MRI-based techniques to measure renal morphology in diabetic human kidneys

Project: Research project

Project Details

Description

The broad, long-term goal of this work is to measure kidney nephron endowment in diabetic humans, in vivo. Each nephron contains a glomerulus, which functions as a high-pressure filter of blood macromolecules. Deficits in nephrons and glomeruli are correlated with renal diseases such as diabetes, obesity, and hypertension. There is currently no noninvasive technique to count the total number of functioning renal glomeruli and nephrons in vivo, and to identify areas of nephritis at an early stage. Such a technique would enable studies of diabetic complications of the kidney in humans. We propose that contrast-enhanced MRI, using MRI-detectable nanoparticles targeted to the glomerular basement membrane, can be used to accurately count the total number of glomeruli in the whole, intact kidney. This proposal is focused on establishing this technique in healthy and diabetic human donor kidneys. We further propose to develop an automated image processing package to quantify diabetic renal morphology. Once completed, the proposed work will open the possibility of real-time, in vivo glomerular counts in studies of renal and systemic diseases in humans.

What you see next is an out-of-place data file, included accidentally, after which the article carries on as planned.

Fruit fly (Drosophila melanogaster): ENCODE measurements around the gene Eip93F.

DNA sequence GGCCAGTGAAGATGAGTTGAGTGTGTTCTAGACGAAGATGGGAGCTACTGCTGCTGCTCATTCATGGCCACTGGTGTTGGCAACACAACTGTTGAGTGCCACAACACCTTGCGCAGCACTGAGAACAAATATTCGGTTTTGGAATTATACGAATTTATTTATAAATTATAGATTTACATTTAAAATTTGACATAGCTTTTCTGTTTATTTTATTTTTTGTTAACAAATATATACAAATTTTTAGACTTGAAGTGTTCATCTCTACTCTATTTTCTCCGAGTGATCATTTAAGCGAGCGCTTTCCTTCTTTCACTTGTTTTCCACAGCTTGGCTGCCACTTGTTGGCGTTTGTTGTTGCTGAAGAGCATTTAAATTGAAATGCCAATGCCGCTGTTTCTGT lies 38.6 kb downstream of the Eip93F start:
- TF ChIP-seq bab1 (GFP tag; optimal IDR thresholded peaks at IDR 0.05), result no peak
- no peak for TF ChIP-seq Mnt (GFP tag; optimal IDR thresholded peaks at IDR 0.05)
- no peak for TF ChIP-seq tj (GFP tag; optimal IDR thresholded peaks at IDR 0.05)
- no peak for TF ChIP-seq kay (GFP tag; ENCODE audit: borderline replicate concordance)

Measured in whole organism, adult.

StatusFinished
Effective start/end date10/1/129/30/13

Funding

  • HHS-NIH: National Institute of Diabetes & Digestive & Kidney Diseases (NIDDK): $60,000.00

Fingerprint Explore the research topics touched on by this project. These labels are generated based on the underlying awards/grants. Together they form a unique fingerprint.